Foam Series: Selecting the Right Marine Interior Foam

Item # X-HT-300055

Whether you’re on your boat every weekend or every day, you want your cabin and berth cushions to be comfortable. Selecting the right foam for your boat’s cabin can be tricky because it often involves a trade-off and prioritizing what you really want from your foam. We’re going to take a closer look at all the considerations that go into selecting marine interior foam so you can feel confident in your choice.

While exterior cushions are all about being waterproof or water draining, interior cushions are much more focused on comfort, durability and one very important factor: antimicrobial. There are two types of foam that we recommend for use inside boat cabins: Dry Fast Foam and Polyurethane Antimicrobial Foam.

Wet vs. Dry Cabin

How dry is your cabin? Would v-berth cushions like this get wet?

All of the foam we recommend for boat interiors is antimicrobial, but there's a difference between Dry Fast and Polyurethane Foam. To decide which one is right for you, think of how you use the space. Does your cabin stay mostly dry or do you frequently set wet equipment on your cushions? If your cabin sees more moisture, you’ll want to prioritize moisture-friendly foam like Dry Fast. Dry Fast Foam features an open cell structure that lets water run directly through the foam — nothing gets trapped to cause mildew and the foam dries out very quickly.

If your boat cabin stays mostly dry, we recommend one of our Polyurethane Antimicrobial Foams. We offer both Medium Density and High Density foams that are treated with a biocide agent to prevent the growth of mold and mildew. Medium Density Polyurethane Antimicrobial Foam is the standard foam used by OEM boat builders while High Density will last longer than Medium Density. Both are sufficient for the amount of moisture inside a cabin.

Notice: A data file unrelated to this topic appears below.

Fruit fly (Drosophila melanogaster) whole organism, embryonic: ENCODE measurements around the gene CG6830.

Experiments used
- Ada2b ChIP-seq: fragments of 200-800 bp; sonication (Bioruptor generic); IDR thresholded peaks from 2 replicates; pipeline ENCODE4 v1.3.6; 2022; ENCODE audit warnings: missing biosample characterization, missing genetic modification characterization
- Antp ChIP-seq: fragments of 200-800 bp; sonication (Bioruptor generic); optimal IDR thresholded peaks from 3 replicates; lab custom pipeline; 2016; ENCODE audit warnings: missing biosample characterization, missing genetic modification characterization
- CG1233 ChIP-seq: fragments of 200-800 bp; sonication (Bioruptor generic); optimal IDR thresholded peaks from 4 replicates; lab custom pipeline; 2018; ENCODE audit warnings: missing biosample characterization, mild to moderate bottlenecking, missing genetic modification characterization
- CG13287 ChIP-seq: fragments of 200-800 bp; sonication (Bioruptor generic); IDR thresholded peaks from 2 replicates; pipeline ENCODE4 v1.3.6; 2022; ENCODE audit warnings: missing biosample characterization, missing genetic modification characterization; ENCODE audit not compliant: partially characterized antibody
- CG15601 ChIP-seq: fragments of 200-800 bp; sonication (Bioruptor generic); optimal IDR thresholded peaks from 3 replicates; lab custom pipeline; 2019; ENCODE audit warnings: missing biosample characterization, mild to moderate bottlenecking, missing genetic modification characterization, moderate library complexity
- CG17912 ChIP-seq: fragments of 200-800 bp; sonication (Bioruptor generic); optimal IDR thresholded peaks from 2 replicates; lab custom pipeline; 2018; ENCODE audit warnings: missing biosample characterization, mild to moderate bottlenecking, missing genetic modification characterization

Weekend Cruiser vs. Liveaboard

Salon cushions in an Islander 37 sailboat

When it comes to how long your foam will last, you need to consider how frequently you will use it. The deciding factor in foam longevity is density. This is what keeps the foam feeling supportive and not bottoming out. If you’re a liveaboard who will sit and sleep on your cushions every day, we highly recommend using High Density Polyurethane Antimicrobial Foam for both settees and mattresses. This is the same foam we recommend for living room cushions in homes on land.

If you’re more of a weekend cruiser, the lower densities of Medium Density Polyurethane Antimicrobial Foam and Dry Fast Foam should suit you just fine since your cushions will be used less frequently. Cost can also be a factor for some people. Medium Density is approximately 35% to 40% less expensive than High Density, a benefit for occasional use. Dry Fast Foam might be of particular interest as a mattress for a weekend cruiser because of its unmatched breathability. The open nature of the foam’s structure allows for good airflow to keep you cool at night.

Weighing the pros and cons of each foam and how it fits into your onboard lifestyle is the key to selecting the right foam. In the end, it all comes down to your personal preferences and habits. To learn more about each of the foam types mentioned in this post, check out our “Comparing Types of Cushion Foam” post (#300053XHT) and “Which Foam Should I Use?” (#300059XHT). You can also learn more about foam terminology in our “5 Important Foam Terms to Know” post (#300052XHT).